Number of Catholics in Asia and Africa continues to rise
Catholics attend Mass in Ho, Ghana. / James Dalrymple via Shutterstock.
Vatican City, Oct 21, 2021 / 12:00 pm (CNA).
The number of Catholics in Asia and Africa continued to grow in 2019, according to newly released statistics.
The world population grew by 81.3 million in 2019, while members of the Catholic Church increased by 15.4 million for a total of 1.3 billion Catholics worldwide.
The new statistics compare 2019, the last year for which data is available, with 2018 and therefore do not reflect the effects of the global coronavirus outbreak in 2020.
While news coverage in recent years has highlighted the fall in Catholic priests being ordained in Europe and the Americas, the overall number of priests rose slightly in 2019 — by 271 — mostly due to a rise in priestly vocations in Africa and Asia, which offset decreases elsewhere.
Permanent deacons also continued to rise from the year prior, with all five continents seeing their numbers grow, especially Europe and the Americas.
The number of men and women religious decreased in 2019. Women religious were down by more than 11,500. But lay missionaries increased by over 34,200, with the overwhelming majority of the new lay missionaries located in the Americas.
The Catholic population has stayed steady with population growth. At the end of 2019, Catholics made up 17.74% of the global population — up just .01% from 2018.
The number of Catholics in Africa grew by more than eight million in 2019, for a total of around 19% of the population, while in Asia, which has 4.5 billion people, Catholics make up just 3.31% of the population, at 149.1 million.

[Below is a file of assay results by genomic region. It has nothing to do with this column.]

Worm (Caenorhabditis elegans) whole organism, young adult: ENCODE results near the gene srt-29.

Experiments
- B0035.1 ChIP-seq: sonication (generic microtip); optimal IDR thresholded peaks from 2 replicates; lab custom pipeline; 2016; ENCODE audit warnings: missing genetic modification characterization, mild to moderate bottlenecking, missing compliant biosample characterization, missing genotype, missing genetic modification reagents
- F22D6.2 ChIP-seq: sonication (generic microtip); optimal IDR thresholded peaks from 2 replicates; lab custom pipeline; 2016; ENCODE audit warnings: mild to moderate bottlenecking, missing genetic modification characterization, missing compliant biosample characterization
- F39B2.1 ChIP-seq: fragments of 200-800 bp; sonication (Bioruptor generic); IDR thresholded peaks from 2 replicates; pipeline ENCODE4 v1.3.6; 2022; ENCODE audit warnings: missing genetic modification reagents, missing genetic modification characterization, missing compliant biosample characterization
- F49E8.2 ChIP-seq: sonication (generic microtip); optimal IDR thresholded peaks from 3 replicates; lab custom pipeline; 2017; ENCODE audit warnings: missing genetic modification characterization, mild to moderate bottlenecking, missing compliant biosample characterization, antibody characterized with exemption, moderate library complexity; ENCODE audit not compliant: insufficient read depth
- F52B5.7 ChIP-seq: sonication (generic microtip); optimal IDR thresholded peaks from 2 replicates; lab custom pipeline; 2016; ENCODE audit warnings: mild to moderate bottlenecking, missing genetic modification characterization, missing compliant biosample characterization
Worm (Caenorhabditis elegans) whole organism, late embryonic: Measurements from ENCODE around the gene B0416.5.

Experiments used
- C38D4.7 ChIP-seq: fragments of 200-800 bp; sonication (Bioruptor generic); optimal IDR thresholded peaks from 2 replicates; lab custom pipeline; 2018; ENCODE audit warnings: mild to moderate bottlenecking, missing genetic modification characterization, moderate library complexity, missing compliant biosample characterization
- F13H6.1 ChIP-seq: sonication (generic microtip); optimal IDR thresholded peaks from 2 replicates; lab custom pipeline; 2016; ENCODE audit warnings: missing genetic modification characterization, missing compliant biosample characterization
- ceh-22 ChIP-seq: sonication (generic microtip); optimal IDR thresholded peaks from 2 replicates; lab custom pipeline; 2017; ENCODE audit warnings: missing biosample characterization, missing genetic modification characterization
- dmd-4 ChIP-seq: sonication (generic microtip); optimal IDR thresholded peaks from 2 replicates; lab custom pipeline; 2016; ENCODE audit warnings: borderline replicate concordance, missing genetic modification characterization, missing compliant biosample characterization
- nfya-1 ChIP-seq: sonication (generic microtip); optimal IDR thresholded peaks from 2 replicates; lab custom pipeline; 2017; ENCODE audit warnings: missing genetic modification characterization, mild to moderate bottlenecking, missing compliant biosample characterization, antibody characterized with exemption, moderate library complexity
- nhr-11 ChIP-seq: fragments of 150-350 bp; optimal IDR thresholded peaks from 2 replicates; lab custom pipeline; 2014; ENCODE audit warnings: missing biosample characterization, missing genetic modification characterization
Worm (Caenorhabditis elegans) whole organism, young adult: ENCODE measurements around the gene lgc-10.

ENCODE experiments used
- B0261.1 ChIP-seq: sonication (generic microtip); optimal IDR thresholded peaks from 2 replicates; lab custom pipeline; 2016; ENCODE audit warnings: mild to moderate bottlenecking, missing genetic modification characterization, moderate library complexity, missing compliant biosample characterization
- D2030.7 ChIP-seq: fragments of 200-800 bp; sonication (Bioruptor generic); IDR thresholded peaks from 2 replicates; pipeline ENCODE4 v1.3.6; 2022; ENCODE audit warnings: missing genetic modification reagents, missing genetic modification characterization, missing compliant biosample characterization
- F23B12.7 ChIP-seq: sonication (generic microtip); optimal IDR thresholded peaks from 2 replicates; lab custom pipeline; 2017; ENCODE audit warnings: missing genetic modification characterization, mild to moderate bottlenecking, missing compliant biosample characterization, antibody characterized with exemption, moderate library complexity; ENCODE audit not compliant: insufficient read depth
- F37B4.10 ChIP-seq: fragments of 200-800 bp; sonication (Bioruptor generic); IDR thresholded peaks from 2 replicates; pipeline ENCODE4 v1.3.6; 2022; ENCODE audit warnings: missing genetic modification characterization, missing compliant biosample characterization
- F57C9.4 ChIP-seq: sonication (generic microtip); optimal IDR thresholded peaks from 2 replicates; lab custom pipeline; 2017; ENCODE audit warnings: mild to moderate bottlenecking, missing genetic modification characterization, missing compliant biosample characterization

In a press conference on Oct. 21, Cardinal Luis Antonio Tagle drew attention to the relatively small number of Catholics in Asia, pointing out that around half of the continent’s Catholics are located in the Philippines.
The prefect of the Congregation for the Evangelization of Peoples added that “these past years, we have seen in Asia, in terms of proportion, percentage, an increase in the number of baptisms, and also in entry to seminaries and religious life.”
“In terms of numbers, [it is] still small, but in terms of percentage proportion, [it] is large,” he said. “And we, of course, thank the Lord.”
Tagle, the former archbishop of Manila, spoke during a press conference about World Mission Sunday, which will take place on Oct. 24.
He noted that in 2021, the Church in the Philippines is celebrating 500 years of Christianity.
“Now we have many Filipinos serving as missionaries,” he said, pointing out that they are not only priests and religious, but also laity, some of whom have emigrated to other parts of the world for work and are helping to spread the Christian message.